The trusting girlfriend or wife who discovers her man’s infidelity is usually enraged as well as hurt. Even people who don’t know much Shakespeare are familiar with the idea that “hell has no fury like a woman scorned.” However, the woman scorned has few ways of expressing her anger. Lord Byron, in Don Juan, contends that “revenge is sweet—especially to women.” The sweetness comes in part because of her relative powerlessness.

A woman may be unable to demand justice from her man for real or imagined wrongs. One way she can get revenge, however, is through her sexuality. If her man has a double standard as most men do, then doing the same thing herself will hurt him and will hurt him where he lives. Making him a cuckold gives her a weapon to be used or to be saved and used sometime later.

Revenge can take many forms. Taking a new lover in order to punish the old one may work as an effective punishment, but it’s not likely to work as a basis for a satisfactory love affair. The man involved was selected, not for his intrinsic charm but to make a political point in another relationship. The decision process is likely to be one of expedience. The woman may even select someone she does not particularly like because she knows that choice would be particularly galling to her philandering lover or husband.

English: Photograph of Sophie Tucker

English: Photograph of Sophie Tucker (Photo credit: Wikipedia)

The popular burlesque performer, Sophie Tucker, had a number of stock comic routines about a boyfriend named Ernie. One of them went something like this: On the occasion of his eightieth birthday, Ernie called and announced, “Soph! Soph! I took myself a twenty-year-old girl. What do you think of that?” “Ernie,” Sophie countered, “when I am eighty, I shall take a twenty year-old boy. And let me tell you something, Ernie, twenty goes into eighty a helluva lot more than eighty goes into twenty! So think about that, Ernie!”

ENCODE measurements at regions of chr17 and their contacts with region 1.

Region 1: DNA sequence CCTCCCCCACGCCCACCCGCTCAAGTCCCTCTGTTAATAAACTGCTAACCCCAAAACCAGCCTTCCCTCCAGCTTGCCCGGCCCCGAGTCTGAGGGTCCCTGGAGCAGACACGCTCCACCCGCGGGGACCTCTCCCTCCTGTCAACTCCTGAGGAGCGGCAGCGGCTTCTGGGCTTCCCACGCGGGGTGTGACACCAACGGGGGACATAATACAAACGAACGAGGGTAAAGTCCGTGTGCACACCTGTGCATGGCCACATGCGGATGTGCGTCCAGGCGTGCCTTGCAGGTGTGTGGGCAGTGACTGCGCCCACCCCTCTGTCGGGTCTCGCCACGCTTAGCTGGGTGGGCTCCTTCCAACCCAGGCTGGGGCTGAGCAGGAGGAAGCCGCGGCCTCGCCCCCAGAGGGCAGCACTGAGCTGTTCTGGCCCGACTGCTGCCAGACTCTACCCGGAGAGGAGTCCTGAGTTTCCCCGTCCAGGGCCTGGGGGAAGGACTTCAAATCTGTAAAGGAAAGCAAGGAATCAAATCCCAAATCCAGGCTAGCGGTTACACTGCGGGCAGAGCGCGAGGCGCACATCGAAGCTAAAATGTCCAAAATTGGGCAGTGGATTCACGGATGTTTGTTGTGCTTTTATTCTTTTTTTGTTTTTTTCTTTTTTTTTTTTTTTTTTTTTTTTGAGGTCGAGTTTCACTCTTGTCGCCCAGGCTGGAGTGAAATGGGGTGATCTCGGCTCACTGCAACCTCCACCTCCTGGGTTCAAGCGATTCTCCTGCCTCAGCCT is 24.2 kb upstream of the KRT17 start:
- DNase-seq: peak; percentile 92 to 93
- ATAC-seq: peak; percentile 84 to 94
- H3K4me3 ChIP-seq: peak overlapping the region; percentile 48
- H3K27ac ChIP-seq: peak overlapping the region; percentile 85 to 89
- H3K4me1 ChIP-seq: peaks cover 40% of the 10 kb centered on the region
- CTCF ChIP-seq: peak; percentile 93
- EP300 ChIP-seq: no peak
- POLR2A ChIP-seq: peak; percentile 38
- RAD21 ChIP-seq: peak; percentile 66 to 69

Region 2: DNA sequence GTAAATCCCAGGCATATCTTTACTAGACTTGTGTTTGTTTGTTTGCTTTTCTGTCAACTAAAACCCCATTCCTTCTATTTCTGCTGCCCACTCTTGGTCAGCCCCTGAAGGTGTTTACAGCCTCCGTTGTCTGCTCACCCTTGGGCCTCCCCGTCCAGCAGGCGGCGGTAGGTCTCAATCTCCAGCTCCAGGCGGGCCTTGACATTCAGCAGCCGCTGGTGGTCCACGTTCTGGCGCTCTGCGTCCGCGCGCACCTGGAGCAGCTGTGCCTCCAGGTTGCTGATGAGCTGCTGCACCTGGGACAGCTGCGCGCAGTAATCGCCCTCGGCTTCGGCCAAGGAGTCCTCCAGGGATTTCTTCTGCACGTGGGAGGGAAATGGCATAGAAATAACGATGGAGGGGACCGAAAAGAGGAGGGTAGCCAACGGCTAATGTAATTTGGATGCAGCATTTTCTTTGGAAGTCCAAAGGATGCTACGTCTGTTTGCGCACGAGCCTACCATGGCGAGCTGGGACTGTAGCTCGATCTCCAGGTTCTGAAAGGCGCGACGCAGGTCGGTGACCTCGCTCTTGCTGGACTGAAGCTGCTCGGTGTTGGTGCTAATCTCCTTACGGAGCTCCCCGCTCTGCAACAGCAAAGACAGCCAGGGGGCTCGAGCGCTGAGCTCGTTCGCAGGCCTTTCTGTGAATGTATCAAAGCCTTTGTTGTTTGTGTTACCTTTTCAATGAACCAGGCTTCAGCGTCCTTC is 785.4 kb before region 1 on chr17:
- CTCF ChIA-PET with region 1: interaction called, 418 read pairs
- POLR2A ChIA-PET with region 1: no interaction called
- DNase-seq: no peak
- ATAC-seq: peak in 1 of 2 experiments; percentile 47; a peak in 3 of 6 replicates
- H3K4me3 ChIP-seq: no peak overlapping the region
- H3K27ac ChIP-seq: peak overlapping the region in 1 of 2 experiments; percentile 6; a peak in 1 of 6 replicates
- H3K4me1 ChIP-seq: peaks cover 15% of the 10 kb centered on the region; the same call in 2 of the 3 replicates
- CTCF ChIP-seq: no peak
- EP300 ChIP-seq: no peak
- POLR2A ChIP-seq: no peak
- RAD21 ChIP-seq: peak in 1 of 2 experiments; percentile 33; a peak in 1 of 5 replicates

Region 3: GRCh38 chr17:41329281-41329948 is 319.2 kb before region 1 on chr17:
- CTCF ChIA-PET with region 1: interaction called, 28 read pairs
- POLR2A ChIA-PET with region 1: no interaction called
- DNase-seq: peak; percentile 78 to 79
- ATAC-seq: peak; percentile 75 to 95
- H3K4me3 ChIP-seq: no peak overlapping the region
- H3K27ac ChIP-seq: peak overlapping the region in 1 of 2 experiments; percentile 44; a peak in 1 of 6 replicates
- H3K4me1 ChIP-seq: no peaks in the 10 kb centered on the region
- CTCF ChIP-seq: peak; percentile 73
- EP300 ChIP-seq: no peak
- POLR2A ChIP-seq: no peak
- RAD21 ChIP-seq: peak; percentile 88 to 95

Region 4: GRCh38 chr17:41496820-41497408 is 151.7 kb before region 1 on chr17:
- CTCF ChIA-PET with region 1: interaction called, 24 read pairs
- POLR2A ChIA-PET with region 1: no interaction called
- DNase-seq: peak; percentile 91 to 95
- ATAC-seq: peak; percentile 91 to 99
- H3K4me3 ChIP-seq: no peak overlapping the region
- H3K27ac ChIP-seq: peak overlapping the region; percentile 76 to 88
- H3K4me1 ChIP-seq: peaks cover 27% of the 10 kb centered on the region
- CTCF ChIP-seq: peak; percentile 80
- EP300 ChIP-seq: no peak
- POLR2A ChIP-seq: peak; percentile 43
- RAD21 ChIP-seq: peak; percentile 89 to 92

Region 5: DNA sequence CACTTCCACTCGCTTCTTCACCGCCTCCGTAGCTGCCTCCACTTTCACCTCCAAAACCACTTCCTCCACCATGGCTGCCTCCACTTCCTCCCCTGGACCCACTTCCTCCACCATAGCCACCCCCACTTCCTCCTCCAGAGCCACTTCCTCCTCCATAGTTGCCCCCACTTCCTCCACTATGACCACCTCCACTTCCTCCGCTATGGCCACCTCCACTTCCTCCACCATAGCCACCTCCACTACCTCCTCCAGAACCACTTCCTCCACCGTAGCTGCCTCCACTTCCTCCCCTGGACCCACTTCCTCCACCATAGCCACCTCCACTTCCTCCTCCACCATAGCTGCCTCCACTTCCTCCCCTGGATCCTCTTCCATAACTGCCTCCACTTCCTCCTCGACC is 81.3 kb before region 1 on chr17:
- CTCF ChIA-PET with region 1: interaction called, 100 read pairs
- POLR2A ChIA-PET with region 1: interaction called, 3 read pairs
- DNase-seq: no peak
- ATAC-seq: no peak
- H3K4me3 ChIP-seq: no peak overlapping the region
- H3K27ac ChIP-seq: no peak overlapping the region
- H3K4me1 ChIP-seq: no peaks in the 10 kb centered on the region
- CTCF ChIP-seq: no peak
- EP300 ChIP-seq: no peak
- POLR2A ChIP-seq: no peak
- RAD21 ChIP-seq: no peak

The woman who has an affair out of revenge is, in fact, prostituting herself. She’s doing sexual things for nonsexual reasons and isn’t likely to enjoy them very much. The man involved is being used. He may be quite willing to be used, but if he does not understand his role as supporting actor until later, he has a legitimate right to feel resentful.

If you discover that the man you thought was monogamous is, in fact, playing around, you may feel justified in playing the field as well. If and when you do, be sure you do so in order to give yourself the pleasure you deserve, not in order to punish him.

Having an affair out of vengeance may work in that it may inflict reciprocal pain, but it’s likely to increase your own disquietude rather than appease it.